Relational Motives Reduce Attentional Adhesion to Attractive Alternatives in Heterosexual University Students in China
- 213 Downloads
In heterosexual individuals, attention is automatically captured by physically attractive members of the opposite sex. Although helpful for selecting new mates, attention to attractive relationship alternatives can threaten satisfaction with and commitment to an existing romantic relationship. The current study tested the hypothesis that although a mating prime would increase selective attention to attractive opposite-sex targets (relative to less attractive targets) among single participants, this effect would be reduced among people already committed to a long-term romantic partner. Consistent with hypotheses, whereas single participants responded to a mating prime with greater attentional adhesion to physically attractive opposite-sex targets (relative to less attractive targets), participants in a committed romantic relationship showed no such effect. These findings extend previous research suggesting the presence of relationship maintenance mechanisms that operate at early stages of social cognition.
KeywordsAttention Romantic relationships Relationship maintenance Mating Physical attractiveness
This research was supported by the MOE Project of Key Research Institute of Humanities and Social Sciences at Universities (15JJDZONGHE022), China.
- Gonzaga, G., & Haselton, M. G. (2008). The evolution of love and long-term bonds. In J. P. Forgas & J. Fitness (Eds.), Social relationships: Cognitive, affective, and motivational processes (pp. 39–53). New York: Psychology Press.Google Scholar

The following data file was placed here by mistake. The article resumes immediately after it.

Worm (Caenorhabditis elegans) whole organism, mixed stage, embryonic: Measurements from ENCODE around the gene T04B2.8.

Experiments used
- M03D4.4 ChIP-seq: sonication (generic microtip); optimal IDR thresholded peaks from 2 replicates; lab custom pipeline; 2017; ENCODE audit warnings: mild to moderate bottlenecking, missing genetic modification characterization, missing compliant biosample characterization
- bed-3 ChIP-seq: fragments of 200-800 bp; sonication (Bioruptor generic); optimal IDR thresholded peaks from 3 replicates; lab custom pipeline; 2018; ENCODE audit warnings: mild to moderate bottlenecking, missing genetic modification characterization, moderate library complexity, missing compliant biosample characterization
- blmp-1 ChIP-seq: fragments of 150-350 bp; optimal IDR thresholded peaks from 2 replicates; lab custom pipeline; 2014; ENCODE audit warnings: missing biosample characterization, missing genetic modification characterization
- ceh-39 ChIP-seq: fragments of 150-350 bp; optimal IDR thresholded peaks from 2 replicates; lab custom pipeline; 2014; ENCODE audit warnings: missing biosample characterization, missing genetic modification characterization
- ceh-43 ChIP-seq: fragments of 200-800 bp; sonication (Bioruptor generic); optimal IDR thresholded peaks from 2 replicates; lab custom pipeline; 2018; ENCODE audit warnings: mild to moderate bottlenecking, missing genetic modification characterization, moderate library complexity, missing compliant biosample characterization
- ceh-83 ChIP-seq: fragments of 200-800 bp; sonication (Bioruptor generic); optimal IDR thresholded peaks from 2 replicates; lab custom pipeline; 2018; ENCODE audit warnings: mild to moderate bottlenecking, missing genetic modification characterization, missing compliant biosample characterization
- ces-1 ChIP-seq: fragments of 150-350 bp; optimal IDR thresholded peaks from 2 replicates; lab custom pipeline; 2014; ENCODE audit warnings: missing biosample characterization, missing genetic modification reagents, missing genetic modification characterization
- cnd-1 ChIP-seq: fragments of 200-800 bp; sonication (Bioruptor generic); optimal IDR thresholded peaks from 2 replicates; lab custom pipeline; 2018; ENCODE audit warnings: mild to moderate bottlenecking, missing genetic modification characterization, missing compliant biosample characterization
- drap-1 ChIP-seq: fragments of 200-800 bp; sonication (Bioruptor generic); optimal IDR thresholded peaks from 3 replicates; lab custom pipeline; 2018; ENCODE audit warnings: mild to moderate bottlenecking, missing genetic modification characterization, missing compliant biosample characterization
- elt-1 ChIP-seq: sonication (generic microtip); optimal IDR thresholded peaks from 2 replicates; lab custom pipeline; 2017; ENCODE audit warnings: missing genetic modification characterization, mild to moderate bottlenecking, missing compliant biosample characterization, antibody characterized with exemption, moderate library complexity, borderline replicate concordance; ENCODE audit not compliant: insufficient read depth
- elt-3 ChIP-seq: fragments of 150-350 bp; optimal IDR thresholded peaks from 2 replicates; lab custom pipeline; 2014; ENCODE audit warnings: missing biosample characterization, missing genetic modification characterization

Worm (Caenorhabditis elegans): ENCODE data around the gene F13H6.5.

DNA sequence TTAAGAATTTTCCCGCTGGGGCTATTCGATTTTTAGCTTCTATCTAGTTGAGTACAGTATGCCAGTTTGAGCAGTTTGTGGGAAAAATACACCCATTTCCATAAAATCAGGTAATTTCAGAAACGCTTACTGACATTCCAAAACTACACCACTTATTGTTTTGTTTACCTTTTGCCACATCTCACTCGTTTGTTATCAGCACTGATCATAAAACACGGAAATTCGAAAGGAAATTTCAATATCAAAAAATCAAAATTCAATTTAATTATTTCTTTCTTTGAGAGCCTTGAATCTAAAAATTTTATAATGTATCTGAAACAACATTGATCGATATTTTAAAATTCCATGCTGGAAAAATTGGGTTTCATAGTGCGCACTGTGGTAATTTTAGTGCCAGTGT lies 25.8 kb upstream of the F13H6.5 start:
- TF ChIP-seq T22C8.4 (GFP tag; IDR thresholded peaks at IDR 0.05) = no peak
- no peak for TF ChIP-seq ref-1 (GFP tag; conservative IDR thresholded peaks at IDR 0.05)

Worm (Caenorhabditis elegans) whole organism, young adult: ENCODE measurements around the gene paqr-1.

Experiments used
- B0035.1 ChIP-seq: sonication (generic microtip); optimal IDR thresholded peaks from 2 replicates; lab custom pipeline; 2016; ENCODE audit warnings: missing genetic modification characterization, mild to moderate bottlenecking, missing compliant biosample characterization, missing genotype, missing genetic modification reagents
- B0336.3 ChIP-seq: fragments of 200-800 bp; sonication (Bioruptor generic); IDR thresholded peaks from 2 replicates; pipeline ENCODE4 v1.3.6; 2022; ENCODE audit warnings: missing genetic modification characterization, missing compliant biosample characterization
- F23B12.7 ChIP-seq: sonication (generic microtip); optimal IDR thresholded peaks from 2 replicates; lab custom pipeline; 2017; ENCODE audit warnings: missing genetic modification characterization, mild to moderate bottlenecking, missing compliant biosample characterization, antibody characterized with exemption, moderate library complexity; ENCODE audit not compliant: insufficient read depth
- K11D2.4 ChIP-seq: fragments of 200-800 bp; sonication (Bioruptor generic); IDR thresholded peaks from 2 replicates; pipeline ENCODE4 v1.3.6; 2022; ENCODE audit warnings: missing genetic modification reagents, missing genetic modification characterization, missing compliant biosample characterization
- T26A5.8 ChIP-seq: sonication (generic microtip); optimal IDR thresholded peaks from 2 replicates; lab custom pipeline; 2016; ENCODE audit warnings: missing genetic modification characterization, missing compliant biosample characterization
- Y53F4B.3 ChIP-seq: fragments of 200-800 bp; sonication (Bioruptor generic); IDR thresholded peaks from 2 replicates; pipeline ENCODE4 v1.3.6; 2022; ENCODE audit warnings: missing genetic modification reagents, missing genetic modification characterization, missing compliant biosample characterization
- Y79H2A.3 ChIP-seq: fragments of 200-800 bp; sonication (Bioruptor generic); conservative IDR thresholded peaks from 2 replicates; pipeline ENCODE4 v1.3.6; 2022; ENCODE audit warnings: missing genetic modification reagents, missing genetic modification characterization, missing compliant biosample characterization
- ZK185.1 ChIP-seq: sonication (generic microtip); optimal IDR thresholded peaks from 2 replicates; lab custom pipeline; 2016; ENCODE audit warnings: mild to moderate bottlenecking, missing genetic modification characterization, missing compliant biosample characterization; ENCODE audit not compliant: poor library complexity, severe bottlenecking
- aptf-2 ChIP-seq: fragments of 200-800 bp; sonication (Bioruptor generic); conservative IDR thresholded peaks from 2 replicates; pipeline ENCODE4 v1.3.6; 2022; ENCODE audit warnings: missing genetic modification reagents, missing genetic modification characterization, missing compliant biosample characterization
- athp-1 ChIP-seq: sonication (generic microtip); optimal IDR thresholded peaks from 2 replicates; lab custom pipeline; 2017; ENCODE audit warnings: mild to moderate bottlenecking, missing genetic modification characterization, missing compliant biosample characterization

- Hurtado, A. M., & Hill, K. R. (1992). Paternal effect on offspring survivorship among Ache and Hiwi hunter-gatherers: Implications for modeling pair-bond stability. In B. S. Hewlett (Ed.), Father-child relations: Cultural and biosocial contexts (pp. 31–55). New York: de Gruyter.Google Scholar
- Kelley, H. H., & Thibaut, J. W. (1978). Interpersonal relations: A theory of interdependence. New York: Wiley.Google Scholar
- Lydon, J. E., Burton, K., & Menzies-Toman, D. (2005). Commitment calibration with the relationship cognition toolbox. In M. Baldwin (Ed.), Handbook of interpersonal cognition (pp. 126–152). New York: Guilford.Google Scholar
- McMillan, J. (2006). Sex, science and morality in China. New York: Routledge.Google Scholar
- Mellen, S. L. (1981). The evolution of love. Oxford: WH Freeman.Google Scholar
- Peplau, L. A., Fingerhut, A., & Beals, K. P. (2004). Sexuality in the relationships of lesbians and gay men. In J. H. Harvey, A. Wenzel, S., & S. Sprecher (Eds.), Handbook of sexuality in close relationships (pp. 349–369). Mahwah, NJ: Lawrence Erlbaum.Google Scholar
- Pillsworth, E. G., & Haselton, M. G. (2006). Women’s sexual strategies: The evolution of long-term bonds and extrapair sex. Annual Review of Sex Research, 17, 59–100.Google Scholar
- Rusbult, C. E., Arriaga, X. B., & Agnew, C. R. (2001). Interdependence in close relationships. In G. J. O. Fletcher & M. S. Clark (Eds.), Blackwell handbook of social psychology (Vol. 2, pp. 359–387). Oxford: Blackwell.Google Scholar